Although eliciting consumer preference is a core part in design, capturing preferences on form (styling) is still a challenge. In particular, we have been examining the trade-off between forms and functions in a vehicle. We elicit consumers’ preferences on product design using state-of-the-art Machine Learning and parameterized 3D vehicle shapes. This research estimates willingness-to-pay for specific design elements.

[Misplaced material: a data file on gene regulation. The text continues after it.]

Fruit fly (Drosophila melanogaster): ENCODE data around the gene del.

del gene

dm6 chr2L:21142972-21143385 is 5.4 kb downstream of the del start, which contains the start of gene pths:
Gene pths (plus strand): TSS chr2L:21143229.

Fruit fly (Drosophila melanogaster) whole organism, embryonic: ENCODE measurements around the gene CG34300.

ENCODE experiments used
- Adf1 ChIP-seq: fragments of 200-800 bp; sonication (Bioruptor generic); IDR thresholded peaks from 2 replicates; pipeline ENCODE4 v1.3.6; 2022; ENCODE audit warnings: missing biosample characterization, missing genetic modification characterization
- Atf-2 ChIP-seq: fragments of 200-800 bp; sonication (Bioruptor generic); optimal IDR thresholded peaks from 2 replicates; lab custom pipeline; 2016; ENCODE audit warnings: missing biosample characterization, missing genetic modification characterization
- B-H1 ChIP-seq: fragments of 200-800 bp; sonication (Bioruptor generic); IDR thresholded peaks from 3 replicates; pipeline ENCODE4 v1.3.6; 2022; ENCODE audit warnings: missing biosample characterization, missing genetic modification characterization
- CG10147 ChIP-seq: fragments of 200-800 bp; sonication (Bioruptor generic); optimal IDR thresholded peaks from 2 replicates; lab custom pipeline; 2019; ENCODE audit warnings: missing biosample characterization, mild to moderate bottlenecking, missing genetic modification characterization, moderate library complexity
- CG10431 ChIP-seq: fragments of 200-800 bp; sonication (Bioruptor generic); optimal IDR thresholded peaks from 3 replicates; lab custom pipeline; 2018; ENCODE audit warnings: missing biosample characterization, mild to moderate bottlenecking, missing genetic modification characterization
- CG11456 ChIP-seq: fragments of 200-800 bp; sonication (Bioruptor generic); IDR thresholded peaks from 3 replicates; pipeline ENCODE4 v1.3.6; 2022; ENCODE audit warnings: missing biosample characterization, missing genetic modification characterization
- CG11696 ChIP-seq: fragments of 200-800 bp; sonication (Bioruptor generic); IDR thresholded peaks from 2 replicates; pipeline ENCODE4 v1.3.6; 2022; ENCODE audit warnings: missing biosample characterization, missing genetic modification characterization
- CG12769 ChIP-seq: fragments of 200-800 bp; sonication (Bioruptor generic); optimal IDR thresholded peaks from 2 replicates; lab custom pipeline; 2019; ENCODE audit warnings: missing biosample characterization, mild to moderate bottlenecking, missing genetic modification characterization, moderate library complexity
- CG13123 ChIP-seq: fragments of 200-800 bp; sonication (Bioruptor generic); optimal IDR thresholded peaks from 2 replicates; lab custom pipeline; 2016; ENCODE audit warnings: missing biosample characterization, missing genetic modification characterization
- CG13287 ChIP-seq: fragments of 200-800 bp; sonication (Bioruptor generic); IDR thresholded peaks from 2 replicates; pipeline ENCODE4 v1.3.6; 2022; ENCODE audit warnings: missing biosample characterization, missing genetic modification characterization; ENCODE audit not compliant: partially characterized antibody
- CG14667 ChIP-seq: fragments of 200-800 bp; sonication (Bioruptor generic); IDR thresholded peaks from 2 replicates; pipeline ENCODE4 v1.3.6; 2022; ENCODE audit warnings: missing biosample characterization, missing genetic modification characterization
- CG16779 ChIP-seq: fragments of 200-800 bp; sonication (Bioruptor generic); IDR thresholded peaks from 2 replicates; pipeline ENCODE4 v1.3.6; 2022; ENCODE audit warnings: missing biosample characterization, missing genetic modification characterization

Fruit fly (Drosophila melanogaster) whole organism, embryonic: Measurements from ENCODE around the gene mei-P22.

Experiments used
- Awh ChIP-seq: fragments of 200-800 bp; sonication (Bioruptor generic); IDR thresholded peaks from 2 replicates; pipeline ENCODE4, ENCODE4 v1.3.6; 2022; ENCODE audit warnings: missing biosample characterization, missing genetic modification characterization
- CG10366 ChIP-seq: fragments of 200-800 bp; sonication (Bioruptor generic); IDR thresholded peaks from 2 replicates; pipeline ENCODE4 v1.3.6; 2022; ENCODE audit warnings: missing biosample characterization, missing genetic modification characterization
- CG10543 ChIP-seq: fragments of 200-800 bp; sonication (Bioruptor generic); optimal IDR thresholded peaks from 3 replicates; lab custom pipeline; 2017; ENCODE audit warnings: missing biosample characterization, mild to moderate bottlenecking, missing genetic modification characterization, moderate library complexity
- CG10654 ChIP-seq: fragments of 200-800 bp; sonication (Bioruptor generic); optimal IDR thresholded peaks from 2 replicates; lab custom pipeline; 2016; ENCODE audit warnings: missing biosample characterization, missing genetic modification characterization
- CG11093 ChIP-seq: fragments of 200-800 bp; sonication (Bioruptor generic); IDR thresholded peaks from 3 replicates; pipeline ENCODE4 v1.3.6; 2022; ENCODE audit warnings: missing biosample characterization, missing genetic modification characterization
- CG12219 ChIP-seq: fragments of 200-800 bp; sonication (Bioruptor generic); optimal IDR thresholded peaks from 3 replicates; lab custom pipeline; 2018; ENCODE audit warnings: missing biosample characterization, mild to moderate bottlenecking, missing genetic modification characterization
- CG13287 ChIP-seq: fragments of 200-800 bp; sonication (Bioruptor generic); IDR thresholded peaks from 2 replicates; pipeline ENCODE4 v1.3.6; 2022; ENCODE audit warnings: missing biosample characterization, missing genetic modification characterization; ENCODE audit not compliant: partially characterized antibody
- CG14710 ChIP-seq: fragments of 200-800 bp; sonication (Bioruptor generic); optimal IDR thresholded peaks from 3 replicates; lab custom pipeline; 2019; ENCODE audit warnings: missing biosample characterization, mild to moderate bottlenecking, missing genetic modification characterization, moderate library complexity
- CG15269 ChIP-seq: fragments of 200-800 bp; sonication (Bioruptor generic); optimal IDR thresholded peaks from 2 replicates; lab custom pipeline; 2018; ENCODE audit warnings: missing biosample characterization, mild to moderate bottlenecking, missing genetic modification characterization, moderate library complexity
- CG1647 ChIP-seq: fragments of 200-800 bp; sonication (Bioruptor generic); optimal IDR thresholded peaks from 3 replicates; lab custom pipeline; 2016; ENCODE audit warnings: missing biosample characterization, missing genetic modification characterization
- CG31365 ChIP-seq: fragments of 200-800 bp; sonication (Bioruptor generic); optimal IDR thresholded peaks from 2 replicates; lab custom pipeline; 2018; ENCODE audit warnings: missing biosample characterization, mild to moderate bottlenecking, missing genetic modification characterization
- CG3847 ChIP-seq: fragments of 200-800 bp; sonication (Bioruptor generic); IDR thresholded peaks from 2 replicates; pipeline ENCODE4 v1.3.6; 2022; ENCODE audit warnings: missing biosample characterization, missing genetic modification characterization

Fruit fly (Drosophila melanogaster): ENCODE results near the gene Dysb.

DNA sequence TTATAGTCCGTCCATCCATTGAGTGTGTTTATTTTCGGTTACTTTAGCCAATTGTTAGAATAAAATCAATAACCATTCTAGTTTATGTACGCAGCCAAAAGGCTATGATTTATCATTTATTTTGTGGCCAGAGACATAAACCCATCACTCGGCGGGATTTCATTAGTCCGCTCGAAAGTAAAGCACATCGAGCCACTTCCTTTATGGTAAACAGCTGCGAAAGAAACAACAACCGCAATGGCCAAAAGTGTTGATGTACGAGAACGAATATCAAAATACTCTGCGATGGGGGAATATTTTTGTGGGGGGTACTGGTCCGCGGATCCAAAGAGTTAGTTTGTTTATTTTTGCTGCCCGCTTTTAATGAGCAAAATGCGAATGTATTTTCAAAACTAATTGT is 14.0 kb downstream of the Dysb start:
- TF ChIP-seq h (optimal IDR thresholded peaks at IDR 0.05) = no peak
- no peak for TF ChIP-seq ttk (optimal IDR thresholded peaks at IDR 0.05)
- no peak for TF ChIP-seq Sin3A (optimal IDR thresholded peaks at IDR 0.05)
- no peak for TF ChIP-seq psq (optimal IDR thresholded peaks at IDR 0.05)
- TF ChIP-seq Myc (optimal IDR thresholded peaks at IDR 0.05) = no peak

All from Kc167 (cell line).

Customers nowadays consider the driver’s seat, specifically its comfort and aesthetic form, during the automobile purchase decision. As a result, much research has been recently conducted into seat comfort and the influence of the visual appearance of the seat on the perception of comfort. However, the cost of the seat remains an important contributor to overall vehicle cost, and the visual appearance of a seat may influence a customer’s willingness to pay. We conducted an experiment measuring this tradeoff using hierarchical Bayesian conjoint analysis, a marketing method that elicits customer preferences and willingness-to-pay at the individual customer level. Utility models are statistically inferred for three brand segmentations using a dataset obtained through an online interactive web application. Results indicate that in a heterogeneous market, willingness-to-pay is affected by seat form and comfort rating, with particularly significant tradeoffs for the luxury automotive brand segment.